Jim Witte Discusses Finding the New Normal
Posted: November 19, 2013 at 5:00 am, Last Updated: November 20, 2013 at 6:54 am
By Tara Laskowski
Don’t all couples want to know how their happiness stacks up against everyone else’s? In Jim Witte’s new book, “The Normal Bar” (written with Chrisanna Northrup and Pepper Schwartz and published by Random House), they can find out that and a whole lot more. Using social science as a basis, Witte, director of Mason’s Center for Social Science Research, and his co-authors conducted the most extensive survey of romantic relationships ever, discovering some surprises along the way.
What is the “normal bar” exactly?
We use the term the “normal bar” to characterize the range of attitudes and behaviors expressed and reported by different types of individuals. The term is meant to be descriptive and not prescriptive, and we recognize that the bar may shift over the course of a relationship and varies with different types of relationships. The idea is to provide individuals and couples a reference point against which they can compare their own relationships. We leave it to our readers to judge how their own normal compares with that of others. We do, however, try to identify which normal is most closely correlated with happiness. If readers feel their relationship does not measure up, they can gain insight through the book’s simple advice and tips for changing their relationships in ways reported by those who say they are happiest in their relationships.
A sticker on the front of the book proclaims that this is the “most extensive survey of romantic relationships ever!” Can you talk about how you collected all that data and what the major challenges were?
The survey is the most extensive based on the number of respondents, as well as the number of questions. Other surveys may have had more respondents or more questions, but it is the combination of nearly 100,000 respondents and more than 1,300 questions that sets the Normal Bar apart from other studies. Not every respondent answered every question; rather, respondents completed a short core survey and then they could choose sets of questions from one or more of 15 follow-up topics. Interest in a topic is a good predictor of survey response so we were able to get a large number of individuals to complete questions in each of the follow-up areas. To secure respondents, we worked with a team of media partners (AARP, AOL, Huffington Post, and Readers Digest), who promoted the survey online and in print. In return, we provided them results from particular survey questions as content for their websites. By using this range of partner organizations, we were able to collect data from a diverse sample.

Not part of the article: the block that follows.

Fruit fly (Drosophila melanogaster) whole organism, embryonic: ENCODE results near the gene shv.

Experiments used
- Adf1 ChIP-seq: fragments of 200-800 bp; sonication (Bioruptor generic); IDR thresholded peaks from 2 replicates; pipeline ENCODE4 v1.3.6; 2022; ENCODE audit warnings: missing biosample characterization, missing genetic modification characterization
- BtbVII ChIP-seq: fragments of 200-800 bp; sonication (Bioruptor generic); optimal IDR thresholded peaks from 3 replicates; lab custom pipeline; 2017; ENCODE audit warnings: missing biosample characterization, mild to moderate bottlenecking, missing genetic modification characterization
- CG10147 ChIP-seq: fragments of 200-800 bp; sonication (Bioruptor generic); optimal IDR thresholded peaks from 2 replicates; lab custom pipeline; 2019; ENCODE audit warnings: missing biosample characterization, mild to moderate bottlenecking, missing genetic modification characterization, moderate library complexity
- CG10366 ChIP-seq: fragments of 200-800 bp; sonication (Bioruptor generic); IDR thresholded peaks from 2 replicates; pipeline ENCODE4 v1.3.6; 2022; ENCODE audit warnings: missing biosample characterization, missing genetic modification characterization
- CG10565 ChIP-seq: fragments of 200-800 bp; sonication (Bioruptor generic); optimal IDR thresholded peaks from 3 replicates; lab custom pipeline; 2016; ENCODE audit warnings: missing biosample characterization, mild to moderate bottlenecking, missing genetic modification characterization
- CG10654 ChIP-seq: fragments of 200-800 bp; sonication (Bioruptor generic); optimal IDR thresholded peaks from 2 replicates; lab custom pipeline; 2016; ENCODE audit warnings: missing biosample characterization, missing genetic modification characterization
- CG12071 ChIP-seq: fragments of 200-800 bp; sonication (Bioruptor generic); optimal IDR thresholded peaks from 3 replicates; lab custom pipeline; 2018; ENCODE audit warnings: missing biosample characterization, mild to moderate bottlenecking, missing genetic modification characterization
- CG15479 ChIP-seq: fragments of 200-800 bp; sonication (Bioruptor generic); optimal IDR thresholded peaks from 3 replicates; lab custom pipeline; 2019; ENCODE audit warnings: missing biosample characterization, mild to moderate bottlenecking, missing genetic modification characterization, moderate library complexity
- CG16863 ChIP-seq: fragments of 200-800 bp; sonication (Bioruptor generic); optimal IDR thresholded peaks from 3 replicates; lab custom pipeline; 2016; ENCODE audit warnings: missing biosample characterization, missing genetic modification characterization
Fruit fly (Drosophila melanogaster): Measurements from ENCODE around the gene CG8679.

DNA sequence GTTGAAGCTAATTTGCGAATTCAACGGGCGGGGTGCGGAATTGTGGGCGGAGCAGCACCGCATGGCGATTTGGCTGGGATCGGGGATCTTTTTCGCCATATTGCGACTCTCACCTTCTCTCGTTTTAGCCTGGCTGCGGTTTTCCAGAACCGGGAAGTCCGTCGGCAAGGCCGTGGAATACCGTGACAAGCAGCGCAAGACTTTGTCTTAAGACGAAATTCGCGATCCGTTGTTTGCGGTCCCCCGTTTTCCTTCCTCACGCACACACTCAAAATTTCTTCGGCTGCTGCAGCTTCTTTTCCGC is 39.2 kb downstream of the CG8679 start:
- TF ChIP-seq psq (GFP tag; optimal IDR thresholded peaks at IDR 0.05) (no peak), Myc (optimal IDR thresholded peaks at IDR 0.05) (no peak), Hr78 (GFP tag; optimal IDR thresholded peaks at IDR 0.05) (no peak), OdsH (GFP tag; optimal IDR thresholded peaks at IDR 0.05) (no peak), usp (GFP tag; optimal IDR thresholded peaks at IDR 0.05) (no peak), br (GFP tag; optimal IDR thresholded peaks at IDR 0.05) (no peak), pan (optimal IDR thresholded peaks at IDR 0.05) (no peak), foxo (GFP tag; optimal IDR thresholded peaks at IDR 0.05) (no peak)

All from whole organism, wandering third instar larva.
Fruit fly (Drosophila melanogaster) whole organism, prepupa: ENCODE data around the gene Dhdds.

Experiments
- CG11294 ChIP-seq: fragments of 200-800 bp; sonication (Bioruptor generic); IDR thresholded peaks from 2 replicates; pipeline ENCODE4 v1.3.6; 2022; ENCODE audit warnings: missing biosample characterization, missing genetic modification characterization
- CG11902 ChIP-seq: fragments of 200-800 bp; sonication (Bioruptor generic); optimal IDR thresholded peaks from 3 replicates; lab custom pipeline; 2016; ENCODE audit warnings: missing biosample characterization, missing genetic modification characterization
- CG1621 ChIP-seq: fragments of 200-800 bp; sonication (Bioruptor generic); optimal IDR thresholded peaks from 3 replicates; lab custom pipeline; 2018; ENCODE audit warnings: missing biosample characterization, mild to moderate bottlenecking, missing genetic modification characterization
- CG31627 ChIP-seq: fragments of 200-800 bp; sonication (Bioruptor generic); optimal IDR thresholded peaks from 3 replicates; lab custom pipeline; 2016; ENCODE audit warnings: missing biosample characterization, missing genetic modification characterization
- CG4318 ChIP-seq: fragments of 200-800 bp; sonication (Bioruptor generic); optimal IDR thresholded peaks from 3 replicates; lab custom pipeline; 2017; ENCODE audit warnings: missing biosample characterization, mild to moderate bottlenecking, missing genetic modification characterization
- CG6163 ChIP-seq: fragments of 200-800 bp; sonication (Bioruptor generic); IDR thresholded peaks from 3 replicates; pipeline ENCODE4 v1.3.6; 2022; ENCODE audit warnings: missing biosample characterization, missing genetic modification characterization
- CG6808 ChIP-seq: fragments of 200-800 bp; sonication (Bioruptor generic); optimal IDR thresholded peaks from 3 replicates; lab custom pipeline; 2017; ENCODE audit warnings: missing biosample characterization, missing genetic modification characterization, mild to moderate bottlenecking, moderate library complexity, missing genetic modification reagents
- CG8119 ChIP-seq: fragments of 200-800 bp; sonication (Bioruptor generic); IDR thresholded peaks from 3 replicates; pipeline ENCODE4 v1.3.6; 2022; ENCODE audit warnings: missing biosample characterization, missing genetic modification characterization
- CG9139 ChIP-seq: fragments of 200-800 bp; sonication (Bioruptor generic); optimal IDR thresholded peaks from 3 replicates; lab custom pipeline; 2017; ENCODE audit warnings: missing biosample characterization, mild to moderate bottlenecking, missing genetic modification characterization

One surprise was the importance that men attached to romance, not sex, but romance. For example, just over one-quarter (28 percent) of women reported falling in love with their partner at first sight, while nearly half of men (48 percent) said it was love at first sight. Also, men along with women wished they had better communication with their partners.
Who are the target readers for this book, and what do you hope they get out of it?
The target audience comprises individuals in romantic relationships who are looking for insights into how others, particularly those who characterize their relationships as “happy,” “very happy,” or “extremely happy,” are living their relationships. The book is certainly targeted more to women than to men and specifically to women who are between the ages of 30 and 60 and to women who are likely to have some education beyond high school. We certainly know that men and other women are among the readers from feedback and comments we have received. But we also know that women of a certain age and educational background who are interested in the quality of their romantic relationships are more likely to buy the book. On the other hand, these women were also those who were more likely to complete our survey. In this way, our approach is similar to that of an election poll. Election polls focus on likely voters, and the Normal Bar data comes from likely readers.
For all our readers, we hope they will be able to compare the current thoughts and behavior of themselves and their partners to the thoughts and behaviors of happy couples. After doing this, if a reader wants to change what’s normal in his or her relationships, we hope the advice and tips offered in The Normal Bar will provide the tools to do so.
This article originally ran in a slightly different form in the fall 2013 Mason Spirit magazine.
Write to Colleen Kearney Rich at firstname.lastname@example.org